Vancouver police are investigating the third case of “virtual kidnapping” this year and are raising awareness about the crime to the public.
Virtual kidnapping is when someone is made to look like they are kidnapped when they are not, for objectives such as extorting money.
Vancouver police say this most recent case, a young woman in her early twenties from China who was studying in Canada on a student visa, received a call from a Chinese police number.
The number was an actual Chinese police number, but the Vancouver police say this is a common practice among fraudsters called “spoofing,” whereby a phone number appears to come from somewhere other than its actual origin.
The person on the other end of the phone pretended to be a police officer calling from China, and the fraudster convinced the girl that she was implicated in a money laundering investigation in China. The suspects told her she had to transfer Chinese funds to cover police and court costs.
The victim paid through a Bitcoin ATM.
Then the suspects demanded more money and threatened her with arrest. They convinced her to provide them with “compromising photos,” which they sent to her family in China. The suspects then demanded ransom money from the family, using the photographs to create the illusion that the young girl was kidnapped.
Her family paid the ransom.
There was no face-to-face contact between the victim and the suspects, and the girl wasn’t physically harmed, said Sergeant Jason Robillard of the Vancouver Police Department in a June 13 press conference.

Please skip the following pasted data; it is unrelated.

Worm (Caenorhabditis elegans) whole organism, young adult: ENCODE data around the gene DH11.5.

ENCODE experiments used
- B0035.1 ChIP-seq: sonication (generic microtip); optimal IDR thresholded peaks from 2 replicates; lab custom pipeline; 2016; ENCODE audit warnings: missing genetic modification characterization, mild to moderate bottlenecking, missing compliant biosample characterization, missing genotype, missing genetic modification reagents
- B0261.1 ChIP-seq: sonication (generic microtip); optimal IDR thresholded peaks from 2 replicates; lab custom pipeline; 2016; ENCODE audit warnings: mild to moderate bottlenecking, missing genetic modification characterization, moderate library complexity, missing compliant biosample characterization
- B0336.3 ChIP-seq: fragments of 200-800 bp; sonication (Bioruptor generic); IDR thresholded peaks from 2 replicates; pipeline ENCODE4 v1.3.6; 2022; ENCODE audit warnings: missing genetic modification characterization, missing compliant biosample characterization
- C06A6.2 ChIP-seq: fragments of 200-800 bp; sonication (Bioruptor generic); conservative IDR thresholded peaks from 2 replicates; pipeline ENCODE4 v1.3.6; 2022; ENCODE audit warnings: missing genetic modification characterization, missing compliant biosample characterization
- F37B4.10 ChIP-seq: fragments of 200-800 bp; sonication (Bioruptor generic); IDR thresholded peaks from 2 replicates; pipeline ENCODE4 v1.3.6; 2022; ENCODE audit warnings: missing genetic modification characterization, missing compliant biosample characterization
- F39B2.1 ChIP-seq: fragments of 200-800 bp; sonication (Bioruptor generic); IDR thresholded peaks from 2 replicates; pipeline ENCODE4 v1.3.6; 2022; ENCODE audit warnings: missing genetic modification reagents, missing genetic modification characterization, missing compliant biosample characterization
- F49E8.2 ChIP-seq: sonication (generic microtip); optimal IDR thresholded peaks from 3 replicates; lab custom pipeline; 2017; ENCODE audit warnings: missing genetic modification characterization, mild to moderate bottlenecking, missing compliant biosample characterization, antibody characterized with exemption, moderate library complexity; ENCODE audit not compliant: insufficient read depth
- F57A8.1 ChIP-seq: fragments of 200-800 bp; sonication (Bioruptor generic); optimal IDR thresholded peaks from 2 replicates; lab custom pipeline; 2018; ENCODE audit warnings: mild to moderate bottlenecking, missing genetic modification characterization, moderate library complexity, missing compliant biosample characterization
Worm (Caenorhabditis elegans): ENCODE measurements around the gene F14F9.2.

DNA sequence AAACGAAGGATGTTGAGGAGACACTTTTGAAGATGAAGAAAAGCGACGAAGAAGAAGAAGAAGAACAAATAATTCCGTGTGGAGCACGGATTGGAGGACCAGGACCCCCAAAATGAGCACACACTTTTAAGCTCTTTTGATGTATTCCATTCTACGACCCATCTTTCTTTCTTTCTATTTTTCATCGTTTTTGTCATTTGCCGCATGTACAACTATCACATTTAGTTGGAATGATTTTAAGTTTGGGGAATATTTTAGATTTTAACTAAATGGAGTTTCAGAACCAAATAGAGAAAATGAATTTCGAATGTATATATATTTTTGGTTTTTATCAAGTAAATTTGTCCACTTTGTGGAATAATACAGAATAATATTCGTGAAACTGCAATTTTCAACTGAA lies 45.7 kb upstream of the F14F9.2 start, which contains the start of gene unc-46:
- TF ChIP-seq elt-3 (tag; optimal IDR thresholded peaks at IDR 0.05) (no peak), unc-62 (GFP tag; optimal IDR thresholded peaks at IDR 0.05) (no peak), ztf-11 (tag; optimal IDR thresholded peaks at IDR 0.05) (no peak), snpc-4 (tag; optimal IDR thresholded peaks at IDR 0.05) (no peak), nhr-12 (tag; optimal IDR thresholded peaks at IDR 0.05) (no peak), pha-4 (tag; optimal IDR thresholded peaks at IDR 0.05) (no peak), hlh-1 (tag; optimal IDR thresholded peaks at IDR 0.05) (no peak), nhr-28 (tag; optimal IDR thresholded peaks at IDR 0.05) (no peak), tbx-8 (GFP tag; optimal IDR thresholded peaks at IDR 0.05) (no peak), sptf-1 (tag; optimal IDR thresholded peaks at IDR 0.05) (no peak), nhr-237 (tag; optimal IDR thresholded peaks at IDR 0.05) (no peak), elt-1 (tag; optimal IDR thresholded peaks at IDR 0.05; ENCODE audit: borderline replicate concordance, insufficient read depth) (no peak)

But damage has been done.
“These deplorable crimes are having a huge impact on these young, trusting students, and their families,” he said. “We need to make sure people are aware to prevent them from continuing.”
This year so far there have been three cases of virtual kidnapping, and two additional attempted cases. Police say the cases are similar: The suspect will first target a victim and then walk them through a scheme. So far, the victims have collectively lost hundreds of thousands of dollars.
Robillard said police do not know how the victims are chosen, but that the suspects all appear to be located outside of Canada. Canadian police are working with Chinese officials and other police agencies.
The police believe there may be more of these incidents that have not yet been reported.
The Vancouver police have an important message for students from China, who may be unaware of how much or little authority Chinese police have in Canada, and are reminding them that the Canadian Police are here to protect them.
“We want to remind all foreign students that the Chinese police will not arrest you in Canada, and if you are confused or scared, please reach out to your local police department in Canada. We are here to help.”
If you have any information about these crimes call the VPD: 604 717 3679
Or Crime Stoppers anonymously at: 1 800 222 8477